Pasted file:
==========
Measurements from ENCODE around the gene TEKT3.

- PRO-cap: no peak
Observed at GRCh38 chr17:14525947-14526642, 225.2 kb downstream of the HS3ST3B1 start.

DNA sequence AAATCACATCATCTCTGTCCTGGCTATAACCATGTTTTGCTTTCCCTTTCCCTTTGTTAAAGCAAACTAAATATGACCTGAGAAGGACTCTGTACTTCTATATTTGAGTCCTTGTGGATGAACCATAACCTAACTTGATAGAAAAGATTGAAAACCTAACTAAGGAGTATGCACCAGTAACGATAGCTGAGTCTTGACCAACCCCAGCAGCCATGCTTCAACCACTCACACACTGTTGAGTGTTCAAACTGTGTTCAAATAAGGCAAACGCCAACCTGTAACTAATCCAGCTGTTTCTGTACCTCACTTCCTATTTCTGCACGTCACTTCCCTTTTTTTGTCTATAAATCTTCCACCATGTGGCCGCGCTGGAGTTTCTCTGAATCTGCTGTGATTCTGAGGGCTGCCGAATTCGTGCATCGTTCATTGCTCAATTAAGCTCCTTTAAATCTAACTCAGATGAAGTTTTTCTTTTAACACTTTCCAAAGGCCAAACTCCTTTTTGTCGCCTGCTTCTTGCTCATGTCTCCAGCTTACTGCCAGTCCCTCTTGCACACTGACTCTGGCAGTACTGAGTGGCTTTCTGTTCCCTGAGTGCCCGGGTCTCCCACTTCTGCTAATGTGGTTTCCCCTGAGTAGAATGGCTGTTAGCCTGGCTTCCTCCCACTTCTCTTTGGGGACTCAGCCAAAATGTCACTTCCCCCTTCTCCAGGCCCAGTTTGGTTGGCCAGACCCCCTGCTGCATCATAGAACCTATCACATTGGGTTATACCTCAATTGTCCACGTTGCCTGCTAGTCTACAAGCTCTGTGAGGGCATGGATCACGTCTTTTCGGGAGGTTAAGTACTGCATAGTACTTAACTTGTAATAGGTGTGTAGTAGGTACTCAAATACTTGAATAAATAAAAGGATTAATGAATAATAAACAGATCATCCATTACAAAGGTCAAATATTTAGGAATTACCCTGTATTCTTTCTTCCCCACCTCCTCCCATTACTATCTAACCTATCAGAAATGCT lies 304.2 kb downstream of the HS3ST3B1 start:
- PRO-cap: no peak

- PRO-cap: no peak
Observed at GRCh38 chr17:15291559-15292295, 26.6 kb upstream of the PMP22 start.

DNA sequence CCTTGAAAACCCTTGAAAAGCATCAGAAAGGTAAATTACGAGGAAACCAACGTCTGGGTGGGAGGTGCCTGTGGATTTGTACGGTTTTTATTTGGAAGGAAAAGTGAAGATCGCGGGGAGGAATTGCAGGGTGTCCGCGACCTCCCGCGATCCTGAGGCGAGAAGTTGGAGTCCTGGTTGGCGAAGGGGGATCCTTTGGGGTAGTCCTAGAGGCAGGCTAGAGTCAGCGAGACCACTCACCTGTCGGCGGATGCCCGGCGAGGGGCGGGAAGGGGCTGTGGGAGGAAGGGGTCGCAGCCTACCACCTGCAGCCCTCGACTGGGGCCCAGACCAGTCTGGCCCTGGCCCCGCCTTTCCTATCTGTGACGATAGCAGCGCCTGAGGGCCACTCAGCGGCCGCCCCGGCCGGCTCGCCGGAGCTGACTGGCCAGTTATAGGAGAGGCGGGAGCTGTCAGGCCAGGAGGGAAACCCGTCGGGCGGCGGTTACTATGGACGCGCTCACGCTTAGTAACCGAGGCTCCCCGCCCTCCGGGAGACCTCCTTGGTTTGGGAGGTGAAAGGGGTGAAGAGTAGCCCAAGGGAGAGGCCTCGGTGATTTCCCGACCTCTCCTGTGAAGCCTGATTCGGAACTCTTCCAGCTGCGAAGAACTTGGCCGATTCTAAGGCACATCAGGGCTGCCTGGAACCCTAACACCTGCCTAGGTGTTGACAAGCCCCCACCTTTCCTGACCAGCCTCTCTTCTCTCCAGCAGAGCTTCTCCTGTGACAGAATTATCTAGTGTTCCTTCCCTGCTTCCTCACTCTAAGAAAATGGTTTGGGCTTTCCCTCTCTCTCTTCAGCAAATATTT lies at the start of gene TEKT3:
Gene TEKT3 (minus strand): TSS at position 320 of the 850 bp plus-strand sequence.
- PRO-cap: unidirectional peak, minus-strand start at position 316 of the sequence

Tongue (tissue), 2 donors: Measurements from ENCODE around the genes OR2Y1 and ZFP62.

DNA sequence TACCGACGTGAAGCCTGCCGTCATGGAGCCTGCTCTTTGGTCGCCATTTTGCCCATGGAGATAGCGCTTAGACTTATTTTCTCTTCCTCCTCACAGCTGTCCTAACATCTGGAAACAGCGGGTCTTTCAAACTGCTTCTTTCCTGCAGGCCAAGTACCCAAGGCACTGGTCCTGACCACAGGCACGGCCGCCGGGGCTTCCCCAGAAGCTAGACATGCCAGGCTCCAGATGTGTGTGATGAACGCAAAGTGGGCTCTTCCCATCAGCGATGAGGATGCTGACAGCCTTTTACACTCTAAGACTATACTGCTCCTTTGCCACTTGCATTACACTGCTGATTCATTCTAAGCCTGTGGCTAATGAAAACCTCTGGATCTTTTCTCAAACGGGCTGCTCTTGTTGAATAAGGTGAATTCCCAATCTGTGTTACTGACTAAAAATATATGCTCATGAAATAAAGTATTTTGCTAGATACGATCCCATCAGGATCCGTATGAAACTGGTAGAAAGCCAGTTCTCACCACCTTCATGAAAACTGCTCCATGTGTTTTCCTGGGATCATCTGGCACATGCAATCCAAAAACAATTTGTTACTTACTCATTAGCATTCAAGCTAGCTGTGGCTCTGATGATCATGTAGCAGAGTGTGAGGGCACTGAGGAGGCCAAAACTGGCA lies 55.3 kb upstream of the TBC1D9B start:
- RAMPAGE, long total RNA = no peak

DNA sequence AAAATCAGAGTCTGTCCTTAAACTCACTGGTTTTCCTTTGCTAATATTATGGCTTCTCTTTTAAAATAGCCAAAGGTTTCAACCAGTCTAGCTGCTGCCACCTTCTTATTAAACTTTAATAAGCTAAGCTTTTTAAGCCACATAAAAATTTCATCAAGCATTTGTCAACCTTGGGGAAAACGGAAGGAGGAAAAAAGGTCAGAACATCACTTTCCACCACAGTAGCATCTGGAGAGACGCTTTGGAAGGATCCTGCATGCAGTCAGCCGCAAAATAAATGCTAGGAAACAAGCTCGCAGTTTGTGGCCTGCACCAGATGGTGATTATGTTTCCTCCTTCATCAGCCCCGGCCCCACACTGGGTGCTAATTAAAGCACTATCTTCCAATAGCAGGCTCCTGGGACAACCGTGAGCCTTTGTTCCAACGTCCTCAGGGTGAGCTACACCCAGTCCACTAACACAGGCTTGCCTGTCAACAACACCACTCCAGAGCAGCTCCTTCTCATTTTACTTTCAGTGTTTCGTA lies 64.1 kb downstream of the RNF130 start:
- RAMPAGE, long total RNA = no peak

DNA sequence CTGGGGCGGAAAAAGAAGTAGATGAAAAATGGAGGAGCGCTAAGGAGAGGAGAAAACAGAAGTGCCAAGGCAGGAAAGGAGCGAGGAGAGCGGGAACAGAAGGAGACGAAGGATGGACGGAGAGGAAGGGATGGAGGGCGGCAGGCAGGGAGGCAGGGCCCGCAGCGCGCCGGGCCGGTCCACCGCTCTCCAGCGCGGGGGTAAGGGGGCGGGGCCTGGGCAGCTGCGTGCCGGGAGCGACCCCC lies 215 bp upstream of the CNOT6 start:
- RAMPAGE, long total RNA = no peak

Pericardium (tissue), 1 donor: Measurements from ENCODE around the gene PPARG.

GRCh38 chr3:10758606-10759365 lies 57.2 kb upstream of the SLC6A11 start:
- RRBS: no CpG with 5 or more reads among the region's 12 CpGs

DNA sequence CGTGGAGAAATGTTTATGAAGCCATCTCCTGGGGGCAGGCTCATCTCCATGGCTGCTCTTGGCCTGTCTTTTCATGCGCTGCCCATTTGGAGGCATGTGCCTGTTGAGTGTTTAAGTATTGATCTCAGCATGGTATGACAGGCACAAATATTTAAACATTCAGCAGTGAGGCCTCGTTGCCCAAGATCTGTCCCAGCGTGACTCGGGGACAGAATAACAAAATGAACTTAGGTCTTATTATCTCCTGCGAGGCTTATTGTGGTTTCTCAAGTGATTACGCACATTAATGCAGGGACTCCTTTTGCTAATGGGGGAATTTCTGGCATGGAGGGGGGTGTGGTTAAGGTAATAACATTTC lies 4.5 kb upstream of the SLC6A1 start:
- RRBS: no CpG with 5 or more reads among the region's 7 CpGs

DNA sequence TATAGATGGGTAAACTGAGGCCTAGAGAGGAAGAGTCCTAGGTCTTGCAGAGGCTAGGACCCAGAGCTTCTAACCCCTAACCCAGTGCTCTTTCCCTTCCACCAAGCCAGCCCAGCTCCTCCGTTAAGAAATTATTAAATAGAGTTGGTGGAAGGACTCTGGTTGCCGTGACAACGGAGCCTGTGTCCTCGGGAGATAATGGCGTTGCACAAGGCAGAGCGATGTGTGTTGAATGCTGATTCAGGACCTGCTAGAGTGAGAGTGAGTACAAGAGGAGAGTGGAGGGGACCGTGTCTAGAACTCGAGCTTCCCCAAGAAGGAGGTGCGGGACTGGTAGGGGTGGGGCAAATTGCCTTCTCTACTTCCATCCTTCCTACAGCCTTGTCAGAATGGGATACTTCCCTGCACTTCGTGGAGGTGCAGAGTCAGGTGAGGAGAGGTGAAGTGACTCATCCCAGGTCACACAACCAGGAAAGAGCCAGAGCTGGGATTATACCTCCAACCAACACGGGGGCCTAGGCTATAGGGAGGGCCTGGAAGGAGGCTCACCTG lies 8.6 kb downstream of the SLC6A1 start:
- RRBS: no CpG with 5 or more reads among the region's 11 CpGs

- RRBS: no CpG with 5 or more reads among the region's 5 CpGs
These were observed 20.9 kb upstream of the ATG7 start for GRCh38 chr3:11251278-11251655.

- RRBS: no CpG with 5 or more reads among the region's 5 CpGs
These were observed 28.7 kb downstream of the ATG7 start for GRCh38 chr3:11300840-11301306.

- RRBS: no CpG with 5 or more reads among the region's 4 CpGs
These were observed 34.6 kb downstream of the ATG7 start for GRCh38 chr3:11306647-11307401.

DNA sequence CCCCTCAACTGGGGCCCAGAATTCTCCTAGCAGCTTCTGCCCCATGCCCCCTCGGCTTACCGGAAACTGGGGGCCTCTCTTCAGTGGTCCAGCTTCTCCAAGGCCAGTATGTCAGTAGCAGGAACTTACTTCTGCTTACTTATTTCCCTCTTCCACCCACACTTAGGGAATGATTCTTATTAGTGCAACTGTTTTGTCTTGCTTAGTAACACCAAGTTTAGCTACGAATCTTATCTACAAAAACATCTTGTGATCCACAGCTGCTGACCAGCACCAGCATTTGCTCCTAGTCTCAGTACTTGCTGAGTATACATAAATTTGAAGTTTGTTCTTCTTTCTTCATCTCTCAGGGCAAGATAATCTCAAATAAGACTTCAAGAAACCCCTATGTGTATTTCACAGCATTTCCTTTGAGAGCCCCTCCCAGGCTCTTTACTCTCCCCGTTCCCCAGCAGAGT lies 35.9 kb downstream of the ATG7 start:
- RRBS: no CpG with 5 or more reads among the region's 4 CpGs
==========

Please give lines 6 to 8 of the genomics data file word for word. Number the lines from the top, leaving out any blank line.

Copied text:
- PRO-cap: no peak
Observed at GRCh38 chr17:15291559-15292295, 26.6 kb upstream of the PMP22 start.

DNA sequence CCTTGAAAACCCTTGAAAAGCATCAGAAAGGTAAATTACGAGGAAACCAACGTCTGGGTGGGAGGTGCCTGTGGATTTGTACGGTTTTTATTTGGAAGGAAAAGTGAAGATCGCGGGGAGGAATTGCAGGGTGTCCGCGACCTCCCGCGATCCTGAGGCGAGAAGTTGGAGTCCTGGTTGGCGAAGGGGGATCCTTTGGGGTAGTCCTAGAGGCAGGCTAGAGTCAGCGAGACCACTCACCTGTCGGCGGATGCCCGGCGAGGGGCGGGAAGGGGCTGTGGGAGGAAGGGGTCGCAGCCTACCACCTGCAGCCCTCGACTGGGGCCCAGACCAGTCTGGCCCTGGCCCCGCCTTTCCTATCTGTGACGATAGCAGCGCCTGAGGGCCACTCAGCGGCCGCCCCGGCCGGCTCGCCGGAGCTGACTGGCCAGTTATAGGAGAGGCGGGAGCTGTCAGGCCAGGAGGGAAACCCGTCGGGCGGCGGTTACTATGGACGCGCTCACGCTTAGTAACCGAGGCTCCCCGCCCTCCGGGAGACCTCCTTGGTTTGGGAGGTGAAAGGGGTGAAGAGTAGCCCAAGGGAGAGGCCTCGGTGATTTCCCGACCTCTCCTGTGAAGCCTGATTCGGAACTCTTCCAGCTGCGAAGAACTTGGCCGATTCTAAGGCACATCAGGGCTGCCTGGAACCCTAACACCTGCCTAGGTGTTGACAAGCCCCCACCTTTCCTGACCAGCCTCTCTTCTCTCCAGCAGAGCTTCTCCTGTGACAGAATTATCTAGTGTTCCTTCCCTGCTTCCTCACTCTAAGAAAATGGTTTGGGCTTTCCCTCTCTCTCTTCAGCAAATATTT lies at the start of gene TEKT3: